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Ontario Military Hospital


The Western Battle Front,” in Nelson's Map Book of the World Wide War [ca. 1914-1918]
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 “The Western Battle Front,” in Nelson's Map Book of the World Wide War [ca. 1914-1918], (pages 2-3). Military Records collection, F 895, Archives of Ontario, I0073460


Orpington, Kent, England
February 19, 1916 to September 20, 1919

Ambulance trains brought wounded soldiers from Casualty Clearing Stations to General Hospitals. By the end of the war, Canada was operating 16 General Hospitals, the 16th of which originated as the Ontario Military Hospital.

Stretcher being loaded onto Ambulance Train from C.C.S., [ca. 1914-191
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Stretcher being loaded onto Ambulance Train from C.C.S., [ca. 1914-1918]
L. Bruce Robertson fonds, F 1374, Archives of Ontario, I0050274

Telegram from Minister R.A. Pyne to Prime Minister Sir Robert Borden, May 28, 1915.
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Telegram from Minister R.A. Pyne to Prime Minister Sir Robert Borden, May 28, 1915.
Premier William H. Hearst office records, RG 3-3, Archives of Ontario, I0073461






The Ontario Military Hospital was established in Orpington, England, on February 19, 1916. It was one of the most advanced military hospitals in the world at that time and was paid for by the Province of Ontario at a cost of $2 million.

The hospital was staffed by Canadian doctors and nurses, who treated over 25,000 soldiers between 1916 and 1919. The majority of the patients were Canadian, but soldiers from Britain, Newfoundland, New Zealand and Australia were also treated.

Canadian Army Hospital: Orpington, Kent: Operating Room, 1918
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Canadian Army Hospital: Orpington, Kent: Operating Room, 1918
Premier William H. Hearst office records, RG 3-3, S 15648, Archives of Ontario, I0052162


Ontario Military Hospital ward ca. 1916-1917
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Ontario Military Hospital ward, [ca. 1916-1917]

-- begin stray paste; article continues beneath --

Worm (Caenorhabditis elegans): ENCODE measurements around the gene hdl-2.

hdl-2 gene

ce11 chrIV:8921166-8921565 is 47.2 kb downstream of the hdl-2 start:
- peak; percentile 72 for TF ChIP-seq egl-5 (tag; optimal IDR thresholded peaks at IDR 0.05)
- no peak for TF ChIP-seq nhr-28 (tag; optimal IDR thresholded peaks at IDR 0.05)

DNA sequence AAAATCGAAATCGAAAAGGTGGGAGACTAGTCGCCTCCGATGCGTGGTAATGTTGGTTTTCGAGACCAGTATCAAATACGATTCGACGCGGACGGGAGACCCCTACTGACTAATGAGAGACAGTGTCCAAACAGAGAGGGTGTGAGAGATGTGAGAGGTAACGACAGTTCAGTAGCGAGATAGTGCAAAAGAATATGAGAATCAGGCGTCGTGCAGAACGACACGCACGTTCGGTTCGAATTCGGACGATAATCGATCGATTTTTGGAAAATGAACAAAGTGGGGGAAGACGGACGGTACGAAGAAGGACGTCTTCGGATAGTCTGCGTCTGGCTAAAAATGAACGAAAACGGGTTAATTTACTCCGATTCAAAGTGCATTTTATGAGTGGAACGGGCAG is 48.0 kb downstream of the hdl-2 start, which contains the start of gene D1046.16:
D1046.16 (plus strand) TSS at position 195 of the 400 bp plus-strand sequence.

Ontario Military Hospital photographs, F 4386, Archives of Ontario, I0007454









Canadian Army Hospital: Matron H. Smith RRC [Royal Red Cross]; A/Matron J. Stronach RRC; A/Matron A.G. Hogarth RRC, [ca. 1916-1919]
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Canadian Army Hospital: Matron H. Smith RRC [Royal Red Cross]; A/Matron J. Stronach RRC; A/Matron A.G. Hogarth RRC, [ca. 1916-1919]
Premier William H. Hearst office records, RG 3-3, S 15683, Archives of Ontario, I0052163


The hospital is splendid and beautifully equipped. The admission department pleases me – ten tubs and it is expected that twenty patients can be bathed in half an hour. Where I have been before I’ve been so grieved to see the dirty patients put right into the nice clean beds. I have a tidy soul.
- H. L. S. [nurse] - April 19, 1916


Poor men, how tired they were. It seemed as if they would never get enough sleep. But they are lively enough now. Always ready for a smoke or a game or some reading.
- C. L. [nurse] - June 12, 1916


Our hospital is wonderful – so large and airy, and such a stack of supplies. Haven’t had a convoy yet but are daily expecting one. I hope that everyone will be more contented when we get boys.
-
H. L. S. [nurse] - April 19, 1916

Letters from nurses at the Ontario Military Hospital to Dr. MacMurchy, 1916
Correspondence of the Deputy Provincial Secretary, RG 8-9, Archives of Ontario


In addition to the Government of Ontario funding and staffing the hospital, individuals and organizations from Ontario also supported their military hospital. For example:

  • Plaques were fastened to hospital beds to acknowledge the Ontario organizations that donated them.
  • Col. Noel Marshall of Toronto partnered with the Canadian Red Cross to install a moving picture machine for the soldiers’ entertainment.
  • The Grand Trunk Railway donated tents and camp chairs so that up-patients could sit outside.